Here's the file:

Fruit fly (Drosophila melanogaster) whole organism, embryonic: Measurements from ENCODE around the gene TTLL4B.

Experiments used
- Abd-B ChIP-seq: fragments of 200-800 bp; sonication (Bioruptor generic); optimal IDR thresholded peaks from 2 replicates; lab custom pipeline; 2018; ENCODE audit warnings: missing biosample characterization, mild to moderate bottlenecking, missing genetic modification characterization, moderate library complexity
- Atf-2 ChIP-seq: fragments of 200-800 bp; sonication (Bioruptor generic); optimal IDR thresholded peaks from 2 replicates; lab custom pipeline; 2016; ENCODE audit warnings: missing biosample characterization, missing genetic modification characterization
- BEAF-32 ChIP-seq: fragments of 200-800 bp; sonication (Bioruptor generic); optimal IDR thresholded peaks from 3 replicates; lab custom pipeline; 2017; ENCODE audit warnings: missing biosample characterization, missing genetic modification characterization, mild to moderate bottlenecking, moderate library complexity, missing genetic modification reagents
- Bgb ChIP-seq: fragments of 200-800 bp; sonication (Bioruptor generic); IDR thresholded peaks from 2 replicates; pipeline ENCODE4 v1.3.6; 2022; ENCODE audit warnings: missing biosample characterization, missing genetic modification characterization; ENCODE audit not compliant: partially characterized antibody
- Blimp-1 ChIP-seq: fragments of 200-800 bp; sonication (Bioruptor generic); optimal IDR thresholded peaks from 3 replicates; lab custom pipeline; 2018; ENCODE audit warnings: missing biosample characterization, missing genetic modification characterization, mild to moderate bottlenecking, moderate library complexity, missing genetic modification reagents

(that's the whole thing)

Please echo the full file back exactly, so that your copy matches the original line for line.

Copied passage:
Fruit fly (Drosophila melanogaster) whole organism, embryonic: Measurements from ENCODE around the gene TTLL4B.

Experiments used
- Abd-B ChIP-seq: fragments of 200-800 bp; sonication (Bioruptor generic); optimal IDR thresholded peaks from 2 replicates; lab custom pipeline; 2018; ENCODE audit warnings: missing biosample characterization, mild to moderate bottlenecking, missing genetic modification characterization, moderate library complexity
- Atf-2 ChIP-seq: fragments of 200-800 bp; sonication (Bioruptor generic); optimal IDR thresholded peaks from 2 replicates; lab custom pipeline; 2016; ENCODE audit warnings: missing biosample characterization, missing genetic modification characterization
- BEAF-32 ChIP-seq: fragments of 200-800 bp; sonication (Bioruptor generic); optimal IDR thresholded peaks from 3 replicates; lab custom pipeline; 2017; ENCODE audit warnings: missing biosample characterization, missing genetic modification characterization, mild to moderate bottlenecking, moderate library complexity, missing genetic modification reagents
- Bgb ChIP-seq: fragments of 200-800 bp; sonication (Bioruptor generic); IDR thresholded peaks from 2 replicates; pipeline ENCODE4 v1.3.6; 2022; ENCODE audit warnings: missing biosample characterization, missing genetic modification characterization; ENCODE audit not compliant: partially characterized antibody
- Blimp-1 ChIP-seq: fragments of 200-800 bp; sonication (Bioruptor generic); optimal IDR thresholded peaks from 3 replicates; lab custom pipeline; 2018; ENCODE audit warnings: missing biosample characterization, missing genetic modification characterization, mild to moderate bottlenecking, moderate library complexity, missing genetic modification reagents